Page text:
As children April was a month of exhilaration. The first term of school would draw to an end. April was the month for a splendid holiday that perfectly coincided with the dawn of the Sinhala-Hindu New Year. The alluring aura of avurudu captivates me even today as an adult. It is an amazing time to rekindle relationships and celebrate the common elements of our Lankan heritage. A moment in life when one embarks on a new chapter.

As we all know the avurudu season begins with the proud proclamation of the Koha (Asian Koel Bird). This feathered friend is now part of our national culture. What a brilliant sight to witness the Koha perched on a branch and gently woo us with its mellifluous greeting, its reassuring call brining in a spirit of celebration. The festive adherences vary from a village to a city.

One of the most significant aspects of the New Year for me to observe will be the patient process of making the traditional sweet meats. This is a culinary prowess that one must inherit. Often we compliment sweets from overseas like Swiss chocolates and yet tend to underestimate the succulent flavor of our own rasa kavili.

The King of the sweet domain is the elegant Konde Kavum, as it sits on the silver platter with a majestic pomp. A perfect consistency of flour retained in oily splendour. Oh what dexterity is displayed when the old ladies with a rapid twist of their hand elevate the crown of the kavum with a thin stick as it is frying in oil. Second place goes to the Kalu dodal, another scintillating delight that keeps me craving for more. Ah how well it goes down with a cup of pure Ceylon tea! Apart from this we have all tasted the kokkis, athirasa and aasmi. Last year I received some ladduu, a sweet from Thirupathy in India, it was a relish indeed. Forget the gym for a week people!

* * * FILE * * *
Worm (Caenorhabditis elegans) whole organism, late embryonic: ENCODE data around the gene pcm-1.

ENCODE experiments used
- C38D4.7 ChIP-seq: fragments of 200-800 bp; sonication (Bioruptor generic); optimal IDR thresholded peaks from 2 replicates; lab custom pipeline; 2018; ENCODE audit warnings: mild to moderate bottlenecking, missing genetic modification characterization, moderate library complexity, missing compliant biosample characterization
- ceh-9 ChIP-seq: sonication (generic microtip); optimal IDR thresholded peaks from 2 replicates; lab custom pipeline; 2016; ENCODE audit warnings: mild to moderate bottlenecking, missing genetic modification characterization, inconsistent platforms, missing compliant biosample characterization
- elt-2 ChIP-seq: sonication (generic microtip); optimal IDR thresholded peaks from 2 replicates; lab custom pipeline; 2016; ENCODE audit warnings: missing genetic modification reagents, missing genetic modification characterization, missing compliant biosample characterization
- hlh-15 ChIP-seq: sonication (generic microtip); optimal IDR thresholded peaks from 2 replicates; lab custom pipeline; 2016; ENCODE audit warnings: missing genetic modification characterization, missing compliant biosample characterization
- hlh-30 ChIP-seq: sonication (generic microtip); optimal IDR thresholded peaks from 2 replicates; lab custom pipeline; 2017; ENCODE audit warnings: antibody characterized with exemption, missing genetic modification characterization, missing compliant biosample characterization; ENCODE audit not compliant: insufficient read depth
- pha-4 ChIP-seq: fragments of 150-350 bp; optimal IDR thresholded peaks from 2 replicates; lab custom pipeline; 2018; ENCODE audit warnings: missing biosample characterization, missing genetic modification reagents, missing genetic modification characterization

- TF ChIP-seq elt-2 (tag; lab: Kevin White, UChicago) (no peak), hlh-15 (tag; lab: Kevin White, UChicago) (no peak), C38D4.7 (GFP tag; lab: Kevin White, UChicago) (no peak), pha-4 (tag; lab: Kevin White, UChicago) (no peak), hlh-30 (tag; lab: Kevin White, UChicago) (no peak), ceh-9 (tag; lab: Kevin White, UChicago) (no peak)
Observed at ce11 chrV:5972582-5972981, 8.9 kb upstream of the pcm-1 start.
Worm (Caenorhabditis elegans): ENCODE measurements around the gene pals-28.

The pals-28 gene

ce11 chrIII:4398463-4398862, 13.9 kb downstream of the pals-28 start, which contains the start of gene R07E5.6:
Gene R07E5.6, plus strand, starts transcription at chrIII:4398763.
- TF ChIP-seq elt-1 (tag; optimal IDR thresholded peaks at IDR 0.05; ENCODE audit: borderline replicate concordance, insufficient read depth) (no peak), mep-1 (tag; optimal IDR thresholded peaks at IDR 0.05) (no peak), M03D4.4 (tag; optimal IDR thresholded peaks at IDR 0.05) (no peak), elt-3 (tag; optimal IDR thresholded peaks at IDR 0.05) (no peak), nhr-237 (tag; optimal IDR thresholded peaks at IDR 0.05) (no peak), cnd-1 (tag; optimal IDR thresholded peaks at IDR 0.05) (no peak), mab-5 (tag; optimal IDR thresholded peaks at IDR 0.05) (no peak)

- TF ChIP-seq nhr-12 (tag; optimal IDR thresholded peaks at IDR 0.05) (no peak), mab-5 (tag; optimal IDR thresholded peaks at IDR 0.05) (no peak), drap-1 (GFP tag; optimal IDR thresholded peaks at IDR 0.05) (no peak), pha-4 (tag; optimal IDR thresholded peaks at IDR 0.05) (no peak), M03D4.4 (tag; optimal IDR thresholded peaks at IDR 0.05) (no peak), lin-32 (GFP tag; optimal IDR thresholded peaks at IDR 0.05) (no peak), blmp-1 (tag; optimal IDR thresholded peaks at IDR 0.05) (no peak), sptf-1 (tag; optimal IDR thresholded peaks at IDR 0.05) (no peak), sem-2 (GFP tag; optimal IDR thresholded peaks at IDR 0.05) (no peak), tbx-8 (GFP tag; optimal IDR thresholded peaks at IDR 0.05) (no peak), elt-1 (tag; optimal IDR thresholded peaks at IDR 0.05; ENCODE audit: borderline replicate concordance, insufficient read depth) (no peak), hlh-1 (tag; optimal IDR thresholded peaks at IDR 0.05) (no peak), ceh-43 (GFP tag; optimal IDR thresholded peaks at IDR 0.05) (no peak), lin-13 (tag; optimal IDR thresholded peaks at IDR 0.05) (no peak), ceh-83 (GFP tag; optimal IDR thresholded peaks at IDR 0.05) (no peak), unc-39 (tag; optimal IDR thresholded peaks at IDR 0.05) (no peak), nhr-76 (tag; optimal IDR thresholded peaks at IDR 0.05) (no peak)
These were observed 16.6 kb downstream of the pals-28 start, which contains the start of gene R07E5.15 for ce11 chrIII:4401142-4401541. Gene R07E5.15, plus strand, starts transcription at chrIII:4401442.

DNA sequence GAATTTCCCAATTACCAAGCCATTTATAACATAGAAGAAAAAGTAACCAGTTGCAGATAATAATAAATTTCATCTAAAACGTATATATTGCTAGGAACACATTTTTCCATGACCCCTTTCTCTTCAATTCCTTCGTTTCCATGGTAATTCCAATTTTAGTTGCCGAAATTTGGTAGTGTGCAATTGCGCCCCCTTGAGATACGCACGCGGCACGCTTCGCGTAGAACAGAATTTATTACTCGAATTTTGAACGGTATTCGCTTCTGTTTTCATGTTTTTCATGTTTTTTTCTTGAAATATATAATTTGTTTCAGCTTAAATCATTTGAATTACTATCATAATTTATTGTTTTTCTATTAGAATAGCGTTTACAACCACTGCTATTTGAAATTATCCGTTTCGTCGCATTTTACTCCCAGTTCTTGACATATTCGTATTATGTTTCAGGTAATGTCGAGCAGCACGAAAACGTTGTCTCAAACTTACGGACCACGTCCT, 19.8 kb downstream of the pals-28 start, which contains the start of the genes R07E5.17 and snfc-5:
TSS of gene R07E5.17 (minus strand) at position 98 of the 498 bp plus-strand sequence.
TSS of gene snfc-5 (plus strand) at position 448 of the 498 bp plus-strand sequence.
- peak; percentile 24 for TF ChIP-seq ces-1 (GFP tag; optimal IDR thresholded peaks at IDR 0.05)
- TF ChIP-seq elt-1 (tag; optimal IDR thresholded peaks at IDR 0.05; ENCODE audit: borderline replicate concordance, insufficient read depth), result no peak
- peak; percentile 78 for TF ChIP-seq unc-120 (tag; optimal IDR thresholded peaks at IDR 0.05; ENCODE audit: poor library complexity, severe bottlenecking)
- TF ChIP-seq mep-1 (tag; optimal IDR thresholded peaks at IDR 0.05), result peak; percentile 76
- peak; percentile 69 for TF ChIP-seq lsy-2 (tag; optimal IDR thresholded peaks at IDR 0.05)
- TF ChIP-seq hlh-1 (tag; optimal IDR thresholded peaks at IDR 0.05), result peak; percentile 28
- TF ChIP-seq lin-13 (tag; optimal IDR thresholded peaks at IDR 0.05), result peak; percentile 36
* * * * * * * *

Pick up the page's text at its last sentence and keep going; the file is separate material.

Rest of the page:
The Sinhala-Hindu New Year isn’t simply about passionate cooking. It is a journey of upholding memories and rituals that have withstood many centuries. A time when elders are remembered with dignity. A time when focus is directed towards the family. I recollect the awesome reunions with our friend the late Nihal Weerakkody, Deputy Inspector General of Police. Playing with his sons Nalaka and Welinda. The warm hospitality of our wonderful friend Aunty Rohini Gunawardene. The ambul thiyal (fish curry) made by Kanthi aunty would permeate with such tantalizing aroma. Yohan now domiciled in Paris would gently challenge me to chew betel, of course I refrained. As teenagers we used to be quite mesmerized by the luscious long black hair of the many avurudu kumari contestants, their slender figures caparisoned in batik wraps, redefining rural beauty on television.

Long hair is certainly an asset to any woman in this era!
The pillow fights were rather weird as competing youth were unfairly matched with adults. I do remember once when a fat soul mounted the wooden frame where these bouts took place. The green bamboo couldn’t support his weight and he came crashing down before the duel. Oh how we roared with laughter. Our neighbour uncle Selvaduarai now domiciled in London would visit us clad in his immaculate white vesti, carrying a silver tray adorned with many northern sweets and his famous bottle of nelli crush.

As I reflect on these memories I can only endorse that the Sinhala-Hindu New Year must be celebrated as our National new year, where every Sri Lankan joins in steadfast solidarity. If we are to seriously embark on reconciliation and communal integration the month of April is the perfect platform to sustain and nurture our unity as blessed Sri Lankans. It is only then that we can make progressive success.